It’s Summertime: Drive Safely

-Posted On July 29, 2012 In Automobile Accident-


Summer is here and with it comes warm summer days, a new free-spirited attitude and, of course, driving vacations. Even if simply driving around town, the happiness of summer has a tendency to cause more distractions than normal.

We should be urged to continue to drive safely, and especially be on a closer lookout for children this time of year though. As schools are out, more children will be out roaming the streets–with or without their parents.

The National Highway Traffic Safety Administration (NHTSA) collects data throughout the year and has found that:

“In 2009, 4,092 pedestrians were killed and an estimated 59,000 were injured in traffic collisions in the United States. Pedestrian deaths account for 12 percent of all traffic-related deaths. Forty-eight percent of all pedestrians killed in the United States died in crashes that occurred on Friday, Saturday, and Sunday, which indicates that those days of the week could represent seven days of the week during the summer for children.”

The statistics don’t lie and either do the screeching sounds of tires and ambulance sirens, more frequently heard in summer days as we spend more time outdoors.

I am a Bay Area Automobile Accident Attorney and I feel it is my job to urge citizens to practice safer driving habits, and to fight bad distracted driving habits. We all know how many people get distracted in all areas of life by mobile phones and other electronics. I support laws to ban personal electronic device usage while driving a motor vehicle.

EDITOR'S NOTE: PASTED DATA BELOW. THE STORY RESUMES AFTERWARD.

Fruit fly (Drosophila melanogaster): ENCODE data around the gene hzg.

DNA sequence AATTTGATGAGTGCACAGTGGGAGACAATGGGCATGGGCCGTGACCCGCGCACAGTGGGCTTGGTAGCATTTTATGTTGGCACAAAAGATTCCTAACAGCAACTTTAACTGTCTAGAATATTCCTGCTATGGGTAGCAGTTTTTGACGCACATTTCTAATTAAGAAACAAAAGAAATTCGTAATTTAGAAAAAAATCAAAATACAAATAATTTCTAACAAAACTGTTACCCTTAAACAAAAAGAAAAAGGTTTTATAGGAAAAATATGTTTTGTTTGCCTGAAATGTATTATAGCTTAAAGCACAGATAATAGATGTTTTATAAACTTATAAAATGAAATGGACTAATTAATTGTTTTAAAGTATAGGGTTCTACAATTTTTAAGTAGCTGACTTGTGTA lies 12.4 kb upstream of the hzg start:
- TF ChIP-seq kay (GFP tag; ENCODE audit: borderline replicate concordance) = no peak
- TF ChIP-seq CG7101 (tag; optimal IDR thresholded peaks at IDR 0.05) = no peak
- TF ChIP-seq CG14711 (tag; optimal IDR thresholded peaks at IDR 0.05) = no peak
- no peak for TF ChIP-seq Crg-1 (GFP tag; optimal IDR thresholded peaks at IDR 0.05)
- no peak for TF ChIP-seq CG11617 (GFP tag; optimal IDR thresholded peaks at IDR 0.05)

There are many forms of distracted driving which involve your eyes on the road, your hands on the wheel, and your mind on your driving. If the activity has the potential to distract you from the primary task of driving, then it increases the risk of crashing and harming someone else or yourself.

While you are driving a motor vehicle, don’t use your hand-held cell phone to text (or use any other application on your phone). Use caution while eating, talking to passengers, grooming, reading maps, using a navigation system, or even changing the radio station.

Children at age 15 and younger accounted for 7 percent of pedestrian fatalities in 2008 and 22 percent of all pedestrians injured in traffic accidents. As a driver, remember that you need to be on guard, defensively looking around for children who are caught up in the moment (or on their smart phones or listening to music). Children may end up in the street and not realize that a vehicle is close by. Be on guard for this potential.

In light of these glaring and tragic statistics, it is imperative that we all continue to remind our children to be safe and always look out for distracted drivers. Being aware of surroundings as a pedestrian is important too.

AND TEACH YOUR CHILDREN TO SPEAK UP IF THE PERSON DRIVING THEM IS USING THE PHONE OR TEXTING. DISTRACTED DRIVING IS SELFISH DRIVING AND IT KILLS. We all have a right to demand a safe driver, even if it is the parent of a close friend. Make sure that your children are able to speak up for their right to be safe.

About the author: Claude Wyle is an aggressive advocate for Bay Area motorists. Claude has decades of experience representing those harmed by the wrongful conduct of other, and, as a San Francisco automobile accident attorney, has fought to protect the rights of injured motorists throughout his legal career.

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